GE Executive Champions Innovation in Canada
OTTAWA—It takes courage and discipline to execute great ideas.
And it takes constant innovation to keep those ideas alive in a world where a global leader like BlackBerry can become a painful lesson about those that fall behind.
While Elyse Allan, President and CEO of GE Canada and VP of GE, didn’t mention BlackbBerry in her speech last Friday, Sept. 27, the advice she gave participants at the Ottawa business breakfast with the mayor might have once helped the struggling telecom giant.
The breakfast series is a monthly event hosted by the Ottawa Business Journal and Ottawa Chamber of Commerce.
Attendees get a buffet breakfast with Mayor Jim Watson and the chance to talk shop with community and business leaders about issues critical to the city, like economic development, the environment, and transportation.
On Friday, it was all about innovation. Allan has an impressive reputation and is known as a passionate champion for Canada’s competitiveness.
“In a slow-growth volatile market that we anticipate to be living in for quite some time in the future, my message is this: Canadian business organization leaders must move the innovation conversation from ideas to action, and accomplishing this requires courage, conviction, and sustained leadership,” Allan said.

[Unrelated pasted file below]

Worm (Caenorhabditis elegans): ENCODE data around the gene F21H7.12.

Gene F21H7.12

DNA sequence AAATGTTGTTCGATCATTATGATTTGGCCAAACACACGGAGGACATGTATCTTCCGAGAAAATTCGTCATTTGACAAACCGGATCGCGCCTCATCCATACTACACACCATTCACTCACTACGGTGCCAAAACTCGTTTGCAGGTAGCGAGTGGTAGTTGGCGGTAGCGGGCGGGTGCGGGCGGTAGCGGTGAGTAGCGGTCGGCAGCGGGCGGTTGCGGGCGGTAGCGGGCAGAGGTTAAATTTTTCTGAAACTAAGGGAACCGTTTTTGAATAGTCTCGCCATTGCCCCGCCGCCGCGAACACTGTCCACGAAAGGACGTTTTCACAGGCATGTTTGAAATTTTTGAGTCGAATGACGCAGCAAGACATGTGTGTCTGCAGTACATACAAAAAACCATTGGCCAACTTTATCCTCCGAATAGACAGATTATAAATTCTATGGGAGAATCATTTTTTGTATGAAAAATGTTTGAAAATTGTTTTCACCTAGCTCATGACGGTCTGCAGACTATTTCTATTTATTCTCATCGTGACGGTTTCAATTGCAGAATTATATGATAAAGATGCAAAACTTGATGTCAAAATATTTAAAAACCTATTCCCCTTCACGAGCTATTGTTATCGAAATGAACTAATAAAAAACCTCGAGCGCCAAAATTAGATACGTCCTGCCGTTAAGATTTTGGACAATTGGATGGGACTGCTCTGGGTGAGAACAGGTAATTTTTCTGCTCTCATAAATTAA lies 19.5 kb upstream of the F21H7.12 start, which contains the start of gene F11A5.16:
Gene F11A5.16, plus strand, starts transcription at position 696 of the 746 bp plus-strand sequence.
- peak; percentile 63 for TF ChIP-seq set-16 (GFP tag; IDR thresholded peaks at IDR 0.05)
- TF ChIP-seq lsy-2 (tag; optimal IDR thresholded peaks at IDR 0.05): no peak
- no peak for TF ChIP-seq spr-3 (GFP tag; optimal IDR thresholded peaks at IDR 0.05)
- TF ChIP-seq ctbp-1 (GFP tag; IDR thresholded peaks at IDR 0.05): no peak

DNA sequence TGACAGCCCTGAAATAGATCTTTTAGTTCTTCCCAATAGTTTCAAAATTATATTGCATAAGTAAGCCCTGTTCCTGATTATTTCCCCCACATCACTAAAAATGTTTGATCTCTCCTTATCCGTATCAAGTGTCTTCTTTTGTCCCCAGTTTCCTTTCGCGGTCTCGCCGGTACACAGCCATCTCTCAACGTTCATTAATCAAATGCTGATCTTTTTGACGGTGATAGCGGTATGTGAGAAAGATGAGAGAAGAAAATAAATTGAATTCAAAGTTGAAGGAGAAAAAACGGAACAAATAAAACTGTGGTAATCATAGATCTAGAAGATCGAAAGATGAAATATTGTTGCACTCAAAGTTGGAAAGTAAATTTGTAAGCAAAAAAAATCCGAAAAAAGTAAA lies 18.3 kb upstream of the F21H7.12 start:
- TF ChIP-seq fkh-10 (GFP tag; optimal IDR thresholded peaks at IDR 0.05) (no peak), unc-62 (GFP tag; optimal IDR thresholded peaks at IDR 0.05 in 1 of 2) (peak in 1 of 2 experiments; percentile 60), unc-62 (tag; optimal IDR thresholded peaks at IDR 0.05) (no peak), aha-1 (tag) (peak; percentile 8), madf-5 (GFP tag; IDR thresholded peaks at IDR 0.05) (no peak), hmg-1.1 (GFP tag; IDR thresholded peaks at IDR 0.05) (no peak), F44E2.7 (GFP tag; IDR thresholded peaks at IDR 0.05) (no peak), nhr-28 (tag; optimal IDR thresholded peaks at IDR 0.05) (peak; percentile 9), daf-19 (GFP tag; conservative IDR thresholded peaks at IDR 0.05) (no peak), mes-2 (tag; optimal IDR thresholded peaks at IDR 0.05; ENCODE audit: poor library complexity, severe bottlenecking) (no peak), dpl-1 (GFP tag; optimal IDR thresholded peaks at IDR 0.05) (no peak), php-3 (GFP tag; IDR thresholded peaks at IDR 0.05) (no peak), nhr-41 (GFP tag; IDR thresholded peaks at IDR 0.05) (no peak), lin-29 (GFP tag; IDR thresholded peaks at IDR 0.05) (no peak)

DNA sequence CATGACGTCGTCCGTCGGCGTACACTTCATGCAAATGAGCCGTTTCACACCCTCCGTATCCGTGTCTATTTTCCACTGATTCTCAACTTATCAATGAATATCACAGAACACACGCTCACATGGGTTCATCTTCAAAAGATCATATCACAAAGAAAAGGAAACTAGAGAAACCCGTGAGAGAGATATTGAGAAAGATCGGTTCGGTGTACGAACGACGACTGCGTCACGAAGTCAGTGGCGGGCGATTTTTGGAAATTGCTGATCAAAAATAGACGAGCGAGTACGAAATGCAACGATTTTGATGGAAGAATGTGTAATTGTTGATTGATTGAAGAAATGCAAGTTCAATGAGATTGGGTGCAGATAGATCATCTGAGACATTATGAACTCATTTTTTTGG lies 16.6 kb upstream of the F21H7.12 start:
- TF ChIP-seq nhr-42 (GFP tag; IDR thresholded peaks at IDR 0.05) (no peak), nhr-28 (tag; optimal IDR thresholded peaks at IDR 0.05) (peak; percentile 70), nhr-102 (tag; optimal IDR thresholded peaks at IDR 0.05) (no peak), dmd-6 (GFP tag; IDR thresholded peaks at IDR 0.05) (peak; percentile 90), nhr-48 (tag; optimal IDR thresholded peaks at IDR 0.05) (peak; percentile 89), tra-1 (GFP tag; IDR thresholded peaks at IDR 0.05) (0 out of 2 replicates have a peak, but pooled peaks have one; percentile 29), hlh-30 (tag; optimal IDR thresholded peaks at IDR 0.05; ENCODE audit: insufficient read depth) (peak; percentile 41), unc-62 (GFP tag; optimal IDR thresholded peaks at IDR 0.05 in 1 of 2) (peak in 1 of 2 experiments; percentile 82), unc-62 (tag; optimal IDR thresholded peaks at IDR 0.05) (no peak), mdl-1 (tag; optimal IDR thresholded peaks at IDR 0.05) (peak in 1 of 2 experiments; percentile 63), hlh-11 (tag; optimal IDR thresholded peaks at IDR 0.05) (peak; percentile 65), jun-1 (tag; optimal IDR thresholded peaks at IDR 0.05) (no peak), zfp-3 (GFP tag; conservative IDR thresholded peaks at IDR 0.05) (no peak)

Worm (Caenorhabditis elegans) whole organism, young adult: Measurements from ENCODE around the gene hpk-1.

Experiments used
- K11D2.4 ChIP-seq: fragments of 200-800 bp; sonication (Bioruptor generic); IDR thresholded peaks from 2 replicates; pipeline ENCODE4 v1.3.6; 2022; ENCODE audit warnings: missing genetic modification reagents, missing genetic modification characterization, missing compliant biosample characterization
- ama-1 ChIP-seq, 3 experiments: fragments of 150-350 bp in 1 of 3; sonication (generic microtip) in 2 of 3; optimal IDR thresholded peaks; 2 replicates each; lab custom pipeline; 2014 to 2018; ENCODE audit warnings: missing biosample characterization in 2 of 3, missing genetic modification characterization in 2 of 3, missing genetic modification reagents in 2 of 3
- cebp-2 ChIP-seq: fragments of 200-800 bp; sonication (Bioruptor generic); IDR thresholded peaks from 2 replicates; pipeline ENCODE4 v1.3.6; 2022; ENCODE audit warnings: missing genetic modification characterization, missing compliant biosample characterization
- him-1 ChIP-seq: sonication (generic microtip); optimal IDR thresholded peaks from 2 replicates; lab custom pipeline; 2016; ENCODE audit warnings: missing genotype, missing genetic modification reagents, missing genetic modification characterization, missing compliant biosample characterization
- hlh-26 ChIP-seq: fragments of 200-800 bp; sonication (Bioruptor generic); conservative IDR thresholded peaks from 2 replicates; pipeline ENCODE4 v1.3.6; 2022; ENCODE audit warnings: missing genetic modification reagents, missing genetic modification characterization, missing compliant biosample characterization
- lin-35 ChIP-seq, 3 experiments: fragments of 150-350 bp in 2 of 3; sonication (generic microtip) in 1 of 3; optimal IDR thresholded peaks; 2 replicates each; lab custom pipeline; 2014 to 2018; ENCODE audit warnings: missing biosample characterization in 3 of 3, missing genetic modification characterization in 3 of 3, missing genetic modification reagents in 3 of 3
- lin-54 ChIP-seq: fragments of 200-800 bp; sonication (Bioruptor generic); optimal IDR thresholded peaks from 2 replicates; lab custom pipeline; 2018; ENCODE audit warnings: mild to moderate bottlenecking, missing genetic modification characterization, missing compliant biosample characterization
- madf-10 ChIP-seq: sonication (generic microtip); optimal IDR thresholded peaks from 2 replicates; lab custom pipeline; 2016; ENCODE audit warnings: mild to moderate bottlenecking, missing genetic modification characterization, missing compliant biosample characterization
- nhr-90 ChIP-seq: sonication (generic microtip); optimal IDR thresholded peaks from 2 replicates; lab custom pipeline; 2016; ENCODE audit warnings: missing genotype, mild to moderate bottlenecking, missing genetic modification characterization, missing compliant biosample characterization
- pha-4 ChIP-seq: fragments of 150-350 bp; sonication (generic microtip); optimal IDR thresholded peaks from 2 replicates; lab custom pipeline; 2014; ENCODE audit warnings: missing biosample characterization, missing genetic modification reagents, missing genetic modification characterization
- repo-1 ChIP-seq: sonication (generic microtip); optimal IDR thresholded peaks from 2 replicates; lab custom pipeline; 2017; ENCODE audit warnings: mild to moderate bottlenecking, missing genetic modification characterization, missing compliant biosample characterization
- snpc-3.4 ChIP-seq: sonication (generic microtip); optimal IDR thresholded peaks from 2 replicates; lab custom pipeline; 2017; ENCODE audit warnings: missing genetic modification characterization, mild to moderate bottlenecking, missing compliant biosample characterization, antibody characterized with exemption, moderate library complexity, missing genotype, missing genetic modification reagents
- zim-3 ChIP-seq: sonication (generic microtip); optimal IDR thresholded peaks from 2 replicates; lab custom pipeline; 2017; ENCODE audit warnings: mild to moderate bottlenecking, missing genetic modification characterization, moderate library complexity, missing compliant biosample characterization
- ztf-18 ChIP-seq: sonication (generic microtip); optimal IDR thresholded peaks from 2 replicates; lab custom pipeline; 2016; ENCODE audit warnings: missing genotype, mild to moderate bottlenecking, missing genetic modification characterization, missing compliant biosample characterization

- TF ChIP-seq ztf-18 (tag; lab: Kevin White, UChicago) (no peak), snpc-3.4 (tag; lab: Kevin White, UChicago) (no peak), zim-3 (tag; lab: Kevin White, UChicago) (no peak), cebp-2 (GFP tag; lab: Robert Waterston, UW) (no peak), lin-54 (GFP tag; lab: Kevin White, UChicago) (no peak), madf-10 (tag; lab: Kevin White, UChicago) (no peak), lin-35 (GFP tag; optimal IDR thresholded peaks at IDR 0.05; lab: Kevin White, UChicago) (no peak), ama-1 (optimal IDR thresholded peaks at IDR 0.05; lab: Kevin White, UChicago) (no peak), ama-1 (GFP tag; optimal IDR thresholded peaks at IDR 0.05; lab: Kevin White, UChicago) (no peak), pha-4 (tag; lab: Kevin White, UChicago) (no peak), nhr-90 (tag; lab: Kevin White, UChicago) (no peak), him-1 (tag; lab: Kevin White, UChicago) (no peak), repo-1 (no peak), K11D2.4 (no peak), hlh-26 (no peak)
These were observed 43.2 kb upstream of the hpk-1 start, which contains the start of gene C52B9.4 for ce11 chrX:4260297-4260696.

The CEO called for a commitment to innovation as a core part of regular business operations, a point raised often by those who lament Canada’s comparatively lax productivity, due in part to a failure to innovate.
Besides leading GE in Canada, Allan is widely lauded as one of the country’s top women in business, winning awards and acknowledgement for her work.
In 2009, Canadian Business Magazine named her among the 25 Most Powerful People in Canada. She’s made a name for herself in pushing for scientific and technological advantage, both in the boardroom and on advisory boards within the community and government.
In her speech she provided the framework of GE’s approach to innovation and how the company fosters and executes lessons learned. Here it is in a nutshell:
1. Find new markets and approaches by better evaluating risk and whether that risk limits or enables new ideas.
2. Collaborate with universities or others in the industry to gain value and find new opportunities.
3. Set high goals and have good ways to measure whether you are succeeding.
4. Do it all fast. Bring products to market sooner to get feedback that will let engineers perfect those products, rather than trying to perfect them on their own.